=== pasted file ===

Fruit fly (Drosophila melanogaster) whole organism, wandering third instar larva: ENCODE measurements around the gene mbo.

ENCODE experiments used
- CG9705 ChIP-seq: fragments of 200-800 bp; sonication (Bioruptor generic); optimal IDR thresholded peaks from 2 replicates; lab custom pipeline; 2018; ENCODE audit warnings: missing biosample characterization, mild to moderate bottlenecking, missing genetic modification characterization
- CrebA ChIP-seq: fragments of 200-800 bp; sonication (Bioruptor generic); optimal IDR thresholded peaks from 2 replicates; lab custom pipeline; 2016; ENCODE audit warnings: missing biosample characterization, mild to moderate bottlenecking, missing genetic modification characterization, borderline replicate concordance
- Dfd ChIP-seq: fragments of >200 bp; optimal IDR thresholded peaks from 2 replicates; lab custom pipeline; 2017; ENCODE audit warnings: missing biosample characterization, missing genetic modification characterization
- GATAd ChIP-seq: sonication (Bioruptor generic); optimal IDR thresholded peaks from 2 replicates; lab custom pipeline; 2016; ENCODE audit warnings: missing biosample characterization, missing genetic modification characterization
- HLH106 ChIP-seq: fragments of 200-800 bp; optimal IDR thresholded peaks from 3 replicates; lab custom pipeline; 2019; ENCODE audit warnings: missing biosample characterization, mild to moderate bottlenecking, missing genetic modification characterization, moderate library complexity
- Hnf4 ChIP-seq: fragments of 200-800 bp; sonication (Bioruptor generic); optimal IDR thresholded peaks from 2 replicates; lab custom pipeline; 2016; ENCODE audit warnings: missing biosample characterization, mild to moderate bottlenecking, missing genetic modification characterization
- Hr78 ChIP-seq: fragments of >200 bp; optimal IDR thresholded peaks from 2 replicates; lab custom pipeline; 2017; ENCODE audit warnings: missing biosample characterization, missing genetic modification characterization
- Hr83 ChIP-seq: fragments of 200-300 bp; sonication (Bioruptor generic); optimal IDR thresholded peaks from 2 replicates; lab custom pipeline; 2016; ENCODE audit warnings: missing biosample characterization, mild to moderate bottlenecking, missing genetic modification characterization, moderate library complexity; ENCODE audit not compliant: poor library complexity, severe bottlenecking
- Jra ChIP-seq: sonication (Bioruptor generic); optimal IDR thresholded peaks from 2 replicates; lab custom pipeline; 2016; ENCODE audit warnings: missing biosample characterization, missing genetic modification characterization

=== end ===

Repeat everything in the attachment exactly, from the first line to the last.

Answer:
Fruit fly (Drosophila melanogaster) whole organism, wandering third instar larva: ENCODE measurements around the gene mbo.

ENCODE experiments used
- CG9705 ChIP-seq: fragments of 200-800 bp; sonication (Bioruptor generic); optimal IDR thresholded peaks from 2 replicates; lab custom pipeline; 2018; ENCODE audit warnings: missing biosample characterization, mild to moderate bottlenecking, missing genetic modification characterization
- CrebA ChIP-seq: fragments of 200-800 bp; sonication (Bioruptor generic); optimal IDR thresholded peaks from 2 replicates; lab custom pipeline; 2016; ENCODE audit warnings: missing biosample characterization, mild to moderate bottlenecking, missing genetic modification characterization, borderline replicate concordance
- Dfd ChIP-seq: fragments of >200 bp; optimal IDR thresholded peaks from 2 replicates; lab custom pipeline; 2017; ENCODE audit warnings: missing biosample characterization, missing genetic modification characterization
- GATAd ChIP-seq: sonication (Bioruptor generic); optimal IDR thresholded peaks from 2 replicates; lab custom pipeline; 2016; ENCODE audit warnings: missing biosample characterization, missing genetic modification characterization
- HLH106 ChIP-seq: fragments of 200-800 bp; optimal IDR thresholded peaks from 3 replicates; lab custom pipeline; 2019; ENCODE audit warnings: missing biosample characterization, mild to moderate bottlenecking, missing genetic modification characterization, moderate library complexity
- Hnf4 ChIP-seq: fragments of 200-800 bp; sonication (Bioruptor generic); optimal IDR thresholded peaks from 2 replicates; lab custom pipeline; 2016; ENCODE audit warnings: missing biosample characterization, mild to moderate bottlenecking, missing genetic modification characterization
- Hr78 ChIP-seq: fragments of >200 bp; optimal IDR thresholded peaks from 2 replicates; lab custom pipeline; 2017; ENCODE audit warnings: missing biosample characterization, missing genetic modification characterization
- Hr83 ChIP-seq: fragments of 200-300 bp; sonication (Bioruptor generic); optimal IDR thresholded peaks from 2 replicates; lab custom pipeline; 2016; ENCODE audit warnings: missing biosample characterization, mild to moderate bottlenecking, missing genetic modification characterization, moderate library complexity; ENCODE audit not compliant: poor library complexity, severe bottlenecking
- Jra ChIP-seq: sonication (Bioruptor generic); optimal IDR thresholded peaks from 2 replicates; lab custom pipeline; 2016; ENCODE audit warnings: missing biosample characterization, missing genetic modification characterization